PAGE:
Umm, kids don't try this without adult supervision. Actually, I'd just probably stick with "don't try this", irrespective of your age.
Tuesday, August 21, 2007
Its bonus time - two reviews for the price of one! Well, I’ve just recently been on holiday in Australia and it seemed a good time to put a few mini-pencils through their paces. First up we have two somewhat similar pencils, the Zebra T3 and the Pilot Birdie.
Zebra T3 Pocket Pencil Mechanical Pencil Review The Zebra T3 Pocket Pencil is very small – at 100mm (4in) long and a very slender 5mm (< ¼ in) in diameter, you’ve got to look pretty hard to find something smaller. The T3 is an all-metal (lightly brushed steel body, polished end-pieces) push top ratchet 0.5mm pencil. It has a short little 1.5mm lead sleeve at the tip so it’s not really (trouser) pocket safe, despite it being called “Pocket Pencil” on the Zebra website. Being so slim and a reasonably smooth steel body, it’s never going to win the “good grip” award. In fact I imagine those of you who wear size X-Large gloves would possibly rate the T3 as unusable. For someone like me who is in the medium hand size range, you wouldn’t want to be writing any long novels with the T3, but clearly this is not what the T3 was intended for. Obviously it is a short slim pencil to fit unobtrusively in a notebook or compendium, so that you can jot down a few short notes here and there. At this, it is quite good, but I do have one significant reservation - the pocket clip.
The pocket clip is part of the push top button and it doesn’t really fill me with confidence. As normal, you pull the push top button off to reveal a very small eraser, and then remove the eraser to refill the lead chamber. The problem is, it doesn’t seem too much of a leap of imagination to see the push top button coming off at an inappropriate time and therefore the main body of the pencil will just fall free. Lost. Gone.
- Best Points – extra small and slim to fit in your compendium.
- Not So Good Points – extra small means a bit hard to hold for longer periods of time, and I’m uneasy about its security when clipped to a pad or folder compendium. Despite its small size, I wouldn’t really put the T3 in a trouser pocket.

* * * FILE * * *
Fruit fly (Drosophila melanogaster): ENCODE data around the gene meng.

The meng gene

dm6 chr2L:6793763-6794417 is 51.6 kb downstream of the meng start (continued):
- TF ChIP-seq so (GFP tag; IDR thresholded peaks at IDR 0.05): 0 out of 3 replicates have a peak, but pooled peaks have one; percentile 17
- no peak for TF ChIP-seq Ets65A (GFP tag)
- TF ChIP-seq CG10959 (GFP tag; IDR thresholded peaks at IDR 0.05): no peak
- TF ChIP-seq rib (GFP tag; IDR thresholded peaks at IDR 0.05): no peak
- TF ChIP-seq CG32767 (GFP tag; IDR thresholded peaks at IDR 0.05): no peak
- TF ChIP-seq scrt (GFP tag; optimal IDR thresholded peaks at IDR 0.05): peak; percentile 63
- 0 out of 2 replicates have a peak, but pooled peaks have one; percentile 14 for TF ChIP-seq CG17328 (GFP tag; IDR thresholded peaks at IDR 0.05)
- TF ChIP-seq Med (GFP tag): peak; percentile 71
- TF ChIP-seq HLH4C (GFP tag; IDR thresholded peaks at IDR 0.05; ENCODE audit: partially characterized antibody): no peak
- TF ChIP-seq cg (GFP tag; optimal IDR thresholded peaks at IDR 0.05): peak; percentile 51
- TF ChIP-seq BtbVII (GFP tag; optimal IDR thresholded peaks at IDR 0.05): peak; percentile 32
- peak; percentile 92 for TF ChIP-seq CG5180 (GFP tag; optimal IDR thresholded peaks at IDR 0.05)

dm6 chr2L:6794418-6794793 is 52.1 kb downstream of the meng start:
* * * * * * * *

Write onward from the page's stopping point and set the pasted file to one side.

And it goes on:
- Price Range – Low.
Note: I’m not sure of the T3’s proper designation – some sites call it T3, others TS-3, but they appear to be the same pencil.
Pilot Birdie Mechanical Pencil Review
The Pilot Birdie is reasonably similar to the Zebra T3. It’s a little bit longer, but still very slender. I wouldn’t be surprised to find that the main bodies of both the Birdie and the T3 are made from the same standard size seamless tube. The Birdie is a push top ratchet 0.5mm pencil, but not quite “all-metal” as there is a thin black plastic washer visible where the tip section screws into the main body. Like the T3, the Birdie has a short 1.5mm long lead sleeve at the tip so it’s not really pocket safe. I’m not quite sure why the designers of both of these pencils went for this short sleeve – why not make it retractable or do away with it entirely? As expected, you pull the top cap off to reveal a very small eraser, and remove the eraser to refill the lead magazine. Now for an important difference – unlike the T3, the Birdie’s pocket clip is welded direct to the main body, like “normal”. Gone are my worries about the pencil detaching and not being where I clipped it. Just for the record, the Birdie clip might be small, but it’s a good strong clip.